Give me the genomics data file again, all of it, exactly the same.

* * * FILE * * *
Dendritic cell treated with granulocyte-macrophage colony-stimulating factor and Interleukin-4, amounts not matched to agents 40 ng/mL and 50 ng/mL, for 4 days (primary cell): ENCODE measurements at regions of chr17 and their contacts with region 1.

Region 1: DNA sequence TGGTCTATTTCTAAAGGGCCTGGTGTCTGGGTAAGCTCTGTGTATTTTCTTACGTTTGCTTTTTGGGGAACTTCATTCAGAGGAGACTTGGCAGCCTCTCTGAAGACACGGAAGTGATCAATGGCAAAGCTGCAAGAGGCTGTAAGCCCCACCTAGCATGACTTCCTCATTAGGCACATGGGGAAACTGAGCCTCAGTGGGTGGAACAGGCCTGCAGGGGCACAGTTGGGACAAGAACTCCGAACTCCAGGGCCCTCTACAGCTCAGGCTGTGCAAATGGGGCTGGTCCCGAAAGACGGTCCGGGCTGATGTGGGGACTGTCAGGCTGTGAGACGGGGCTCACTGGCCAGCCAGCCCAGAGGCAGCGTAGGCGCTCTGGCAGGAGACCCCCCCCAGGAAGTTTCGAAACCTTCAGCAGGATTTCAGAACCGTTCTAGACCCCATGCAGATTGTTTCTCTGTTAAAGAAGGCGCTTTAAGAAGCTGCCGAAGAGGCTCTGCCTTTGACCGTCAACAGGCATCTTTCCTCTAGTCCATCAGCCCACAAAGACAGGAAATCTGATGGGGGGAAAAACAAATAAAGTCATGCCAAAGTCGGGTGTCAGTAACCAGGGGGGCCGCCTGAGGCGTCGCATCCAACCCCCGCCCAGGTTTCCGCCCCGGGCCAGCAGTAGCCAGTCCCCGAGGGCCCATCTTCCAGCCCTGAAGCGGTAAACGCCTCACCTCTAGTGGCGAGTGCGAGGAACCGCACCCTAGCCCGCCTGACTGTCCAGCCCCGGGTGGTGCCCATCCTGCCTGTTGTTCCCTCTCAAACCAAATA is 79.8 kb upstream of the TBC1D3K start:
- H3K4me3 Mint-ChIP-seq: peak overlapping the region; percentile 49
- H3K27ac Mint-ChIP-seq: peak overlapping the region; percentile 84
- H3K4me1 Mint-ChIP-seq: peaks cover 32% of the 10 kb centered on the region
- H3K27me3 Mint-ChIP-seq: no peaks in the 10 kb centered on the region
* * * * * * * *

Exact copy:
Dendritic cell treated with granulocyte-macrophage colony-stimulating factor and Interleukin-4, amounts not matched to agents 40 ng/mL and 50 ng/mL, for 4 days (primary cell): ENCODE measurements at regions of chr17 and their contacts with region 1.

Region 1: DNA sequence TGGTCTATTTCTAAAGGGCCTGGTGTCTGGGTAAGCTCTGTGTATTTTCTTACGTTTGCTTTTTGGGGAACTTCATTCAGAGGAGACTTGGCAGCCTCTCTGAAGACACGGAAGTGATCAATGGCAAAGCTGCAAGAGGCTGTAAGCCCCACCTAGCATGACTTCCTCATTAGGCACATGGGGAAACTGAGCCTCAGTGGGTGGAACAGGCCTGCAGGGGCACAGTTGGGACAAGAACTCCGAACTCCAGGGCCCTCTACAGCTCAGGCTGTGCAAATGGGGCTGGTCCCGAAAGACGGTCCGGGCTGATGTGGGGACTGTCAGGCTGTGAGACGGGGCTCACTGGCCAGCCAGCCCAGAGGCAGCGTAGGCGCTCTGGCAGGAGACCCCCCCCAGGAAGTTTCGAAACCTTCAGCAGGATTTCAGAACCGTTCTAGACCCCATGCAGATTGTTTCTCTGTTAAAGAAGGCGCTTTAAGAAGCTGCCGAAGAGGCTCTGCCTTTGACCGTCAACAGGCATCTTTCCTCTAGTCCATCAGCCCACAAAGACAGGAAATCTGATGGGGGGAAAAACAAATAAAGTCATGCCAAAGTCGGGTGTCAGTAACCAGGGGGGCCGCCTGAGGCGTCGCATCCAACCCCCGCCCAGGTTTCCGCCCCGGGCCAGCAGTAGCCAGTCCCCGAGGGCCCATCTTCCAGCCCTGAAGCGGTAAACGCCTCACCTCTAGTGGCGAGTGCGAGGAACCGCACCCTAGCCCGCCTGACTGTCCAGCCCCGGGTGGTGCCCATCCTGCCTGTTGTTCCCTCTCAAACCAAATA is 79.8 kb upstream of the TBC1D3K start:
- H3K4me3 Mint-ChIP-seq: peak overlapping the region; percentile 49
- H3K27ac Mint-ChIP-seq: peak overlapping the region; percentile 84
- H3K4me1 Mint-ChIP-seq: peaks cover 32% of the 10 kb centered on the region
- H3K27me3 Mint-ChIP-seq: no peaks in the 10 kb centered on the region